Little Children by Tom Perrotta
Part of me is actually surprised I liked this book as much as I did. Obviously, I didn't buy a book expecting to dislike it, but once I'd started it, I thought I might have some issues with Perrotta. One of his main characters, Sarah, was a women's studies major in college, and in ways I felt like he used her to make fun of gender studies. It's not that I'm a humorless feminist, I can take a joke, but he goes for the stereotypes a little bit too much for me: Sarah discovers feminism, has a lesbian affair and takes classes like "Sexism in Literature," hating all those horrible male authors of the 18th and 19th century. Obviously, gender studies analyses gender dynamics in novels, but it's not like any of my professors ever said "you must hate this author because he's racist/misogynist" - often teachers taught these authors because they enjoyed their work despite their flaws, and saw it as illuminating of the society at that time as well. So yeah, I could have done without the few little crazy, man-hating radical feminist jabs.
Other than that, I actually liked the novel. Sarah is disappointed by the life she has somehow ended up in, and finds escape in an affair with Todd, a stay at home dad who is equally unhappy. In addition to the usual stuff about the suburbs and soccer moms, a local sex offender has recently been released from prison and moved back in with his mother. While the stats of course show that many sex offenders cannot be rehabilitated, his presence still raise issues and a certain amount of sympathy even. Despite what he has done, and what he may do again, men like Larry do not have the right to harrass him or his mother. As the instructor in my UVA class said, the registered sex offenders are at least known; the thing to worry about is the people who might be molesting children and just hiding it much better.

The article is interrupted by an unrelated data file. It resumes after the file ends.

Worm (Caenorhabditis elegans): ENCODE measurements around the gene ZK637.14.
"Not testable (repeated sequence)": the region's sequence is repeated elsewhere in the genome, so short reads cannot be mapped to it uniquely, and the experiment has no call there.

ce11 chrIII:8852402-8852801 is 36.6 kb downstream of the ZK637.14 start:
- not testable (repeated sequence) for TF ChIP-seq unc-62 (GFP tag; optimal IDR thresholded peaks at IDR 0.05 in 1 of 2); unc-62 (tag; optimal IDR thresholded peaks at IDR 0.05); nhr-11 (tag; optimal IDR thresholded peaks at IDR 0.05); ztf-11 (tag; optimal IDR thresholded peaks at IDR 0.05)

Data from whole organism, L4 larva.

Basically, everyone in the novel is dissatisfied with their life. Todd's wife, Kathy, is tired of working and wants Todd to start making money so she can stay home with the kid for a while (personally, I wished she'd just embraced the idea of being a career woman) while Todd feels pressure from her but actually likes the stay-at-home dad thing. Given today's economic situation, it is a little weird to be reading about a bunch of rich people that can afford to stay home talk about their dissatisfaction but some of the characters were portrayed as ridiculous so the reader wasn't necessarily supposed to feel sympathetic with them. Between Sarah and Todd, Sarah may have been more willing to put everything on the line but she was also the stronger character to me, not more ridiculous. Perrotta actually throws in a parallel to Madame Bovary (never read it; I haven't spent much time with French lit) since Sarah has to read it in her book club.